The history of insulation – then and now

Moss, peat, and sawdust were used as insulation in the early 1900’s. The advantage of using natural materials is that they breathe. The disadvantage is poor insulation properties. During the 1950’s, glass and rock mineral wool, so-called mineral wool, was introduced. This was a major breakthrough. Mineral wool had good insulation properties and was easy to use. The market opportunities were endless.

However, using mineral wool involved a negative factor: the material was not hygroscopic. This meant it lacked the ability to absorb and release moisture.

Plastic film and diffusion barriers were introduced to keep moisture away from the mineral wool, but the consequence was instead that moisture built up inside the walls. In many cases, this was the reason for the growing number of houses with mildew problems in the 70’s and 80’s.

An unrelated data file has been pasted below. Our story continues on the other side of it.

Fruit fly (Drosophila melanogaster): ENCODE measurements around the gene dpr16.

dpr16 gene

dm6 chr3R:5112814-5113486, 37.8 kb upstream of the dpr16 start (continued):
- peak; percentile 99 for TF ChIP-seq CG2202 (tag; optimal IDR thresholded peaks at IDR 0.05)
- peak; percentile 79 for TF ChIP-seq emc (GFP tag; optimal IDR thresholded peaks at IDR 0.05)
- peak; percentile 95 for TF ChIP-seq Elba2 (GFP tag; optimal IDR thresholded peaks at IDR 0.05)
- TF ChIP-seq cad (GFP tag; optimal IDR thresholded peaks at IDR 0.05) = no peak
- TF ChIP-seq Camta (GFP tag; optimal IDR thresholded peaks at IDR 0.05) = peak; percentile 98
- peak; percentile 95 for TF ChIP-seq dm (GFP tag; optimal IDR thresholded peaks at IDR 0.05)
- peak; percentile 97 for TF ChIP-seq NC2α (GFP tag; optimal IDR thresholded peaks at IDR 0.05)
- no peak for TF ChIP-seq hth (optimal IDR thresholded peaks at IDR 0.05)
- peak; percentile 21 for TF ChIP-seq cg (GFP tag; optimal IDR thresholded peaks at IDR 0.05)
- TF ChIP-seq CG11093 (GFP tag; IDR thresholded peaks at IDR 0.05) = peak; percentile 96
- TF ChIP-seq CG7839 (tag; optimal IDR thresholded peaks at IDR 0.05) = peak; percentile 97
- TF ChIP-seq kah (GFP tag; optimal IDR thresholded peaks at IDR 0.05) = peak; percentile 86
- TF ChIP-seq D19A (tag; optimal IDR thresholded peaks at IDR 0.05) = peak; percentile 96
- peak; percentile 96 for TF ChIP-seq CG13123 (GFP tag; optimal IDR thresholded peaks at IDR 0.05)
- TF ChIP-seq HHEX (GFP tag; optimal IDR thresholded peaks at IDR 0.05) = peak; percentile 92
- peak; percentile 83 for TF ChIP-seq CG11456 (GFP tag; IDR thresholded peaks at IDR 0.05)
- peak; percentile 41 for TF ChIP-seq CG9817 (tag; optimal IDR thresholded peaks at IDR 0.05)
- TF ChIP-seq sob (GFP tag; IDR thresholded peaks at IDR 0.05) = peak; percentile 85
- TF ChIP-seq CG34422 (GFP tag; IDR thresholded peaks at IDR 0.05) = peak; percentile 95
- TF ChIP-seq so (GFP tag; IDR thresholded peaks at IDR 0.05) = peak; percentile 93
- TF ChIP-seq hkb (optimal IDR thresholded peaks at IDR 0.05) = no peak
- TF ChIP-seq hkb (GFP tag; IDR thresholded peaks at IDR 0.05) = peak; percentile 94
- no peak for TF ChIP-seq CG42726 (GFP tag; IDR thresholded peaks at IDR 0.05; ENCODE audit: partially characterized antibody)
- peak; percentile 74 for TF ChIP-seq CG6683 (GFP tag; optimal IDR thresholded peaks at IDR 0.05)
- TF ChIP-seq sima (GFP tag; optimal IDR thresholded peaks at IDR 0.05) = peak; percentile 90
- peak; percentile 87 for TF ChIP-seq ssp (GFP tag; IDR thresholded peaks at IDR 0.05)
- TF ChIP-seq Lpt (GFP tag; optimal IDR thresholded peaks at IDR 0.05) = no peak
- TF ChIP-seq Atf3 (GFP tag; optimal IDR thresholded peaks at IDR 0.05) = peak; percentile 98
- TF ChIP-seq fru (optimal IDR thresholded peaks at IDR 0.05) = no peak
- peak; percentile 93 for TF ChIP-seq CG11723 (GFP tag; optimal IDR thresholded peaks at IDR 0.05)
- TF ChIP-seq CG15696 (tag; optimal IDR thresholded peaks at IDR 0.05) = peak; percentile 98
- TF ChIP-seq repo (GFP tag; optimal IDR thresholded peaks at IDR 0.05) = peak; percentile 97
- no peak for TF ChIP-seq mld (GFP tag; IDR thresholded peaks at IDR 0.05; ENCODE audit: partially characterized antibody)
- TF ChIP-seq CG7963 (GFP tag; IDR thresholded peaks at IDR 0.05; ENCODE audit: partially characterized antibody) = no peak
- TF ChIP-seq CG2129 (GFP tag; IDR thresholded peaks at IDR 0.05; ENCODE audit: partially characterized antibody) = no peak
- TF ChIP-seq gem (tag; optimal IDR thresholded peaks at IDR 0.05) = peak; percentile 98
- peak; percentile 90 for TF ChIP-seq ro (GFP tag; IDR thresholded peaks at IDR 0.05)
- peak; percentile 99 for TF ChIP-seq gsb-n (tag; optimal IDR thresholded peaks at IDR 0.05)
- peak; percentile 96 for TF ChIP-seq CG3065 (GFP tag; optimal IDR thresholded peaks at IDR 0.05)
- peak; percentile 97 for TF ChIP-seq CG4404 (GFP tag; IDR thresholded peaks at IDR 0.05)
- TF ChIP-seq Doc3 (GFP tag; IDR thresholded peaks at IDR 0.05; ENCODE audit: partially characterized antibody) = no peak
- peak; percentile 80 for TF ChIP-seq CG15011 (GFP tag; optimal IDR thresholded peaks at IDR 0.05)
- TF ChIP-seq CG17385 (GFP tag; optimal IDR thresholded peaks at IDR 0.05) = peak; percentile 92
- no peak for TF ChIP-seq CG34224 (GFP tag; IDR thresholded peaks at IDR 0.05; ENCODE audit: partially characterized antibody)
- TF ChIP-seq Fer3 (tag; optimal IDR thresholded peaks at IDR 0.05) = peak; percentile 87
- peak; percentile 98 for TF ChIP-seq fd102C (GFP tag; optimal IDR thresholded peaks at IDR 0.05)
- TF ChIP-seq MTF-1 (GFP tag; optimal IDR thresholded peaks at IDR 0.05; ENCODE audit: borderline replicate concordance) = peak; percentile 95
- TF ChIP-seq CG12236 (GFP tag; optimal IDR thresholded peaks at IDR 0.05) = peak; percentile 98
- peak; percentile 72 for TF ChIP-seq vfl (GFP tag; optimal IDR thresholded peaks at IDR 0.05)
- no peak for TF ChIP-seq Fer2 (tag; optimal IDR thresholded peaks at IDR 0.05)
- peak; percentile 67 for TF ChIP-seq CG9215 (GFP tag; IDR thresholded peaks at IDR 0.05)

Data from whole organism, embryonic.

iCell – The history of insulation Proven natural materials were used again. Cellulose loose fill is an example of insulating material, which was developed over a number of years. It is natural, easily manageable, and user-friendly, in other words, a major plus for the work environment. In the US and Canada, there were examples of the use of cellulose wool in the 1920’s. There are documented examples of how insulation from that time works perfectly even today. In the 1980’s, cellulose loose fill was launched for the first time in Sweden. Today, cellulose insulation makes up approximately 10% of the total market, with annual growth of approximately 10-15%.

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  • Återvinning av ett ton tidningspapper motsvarar: 19 träd, 4 000 kWh energi, 29000 liter rent vatten, 3 m³ sopor och 30 kg giftigt avfall
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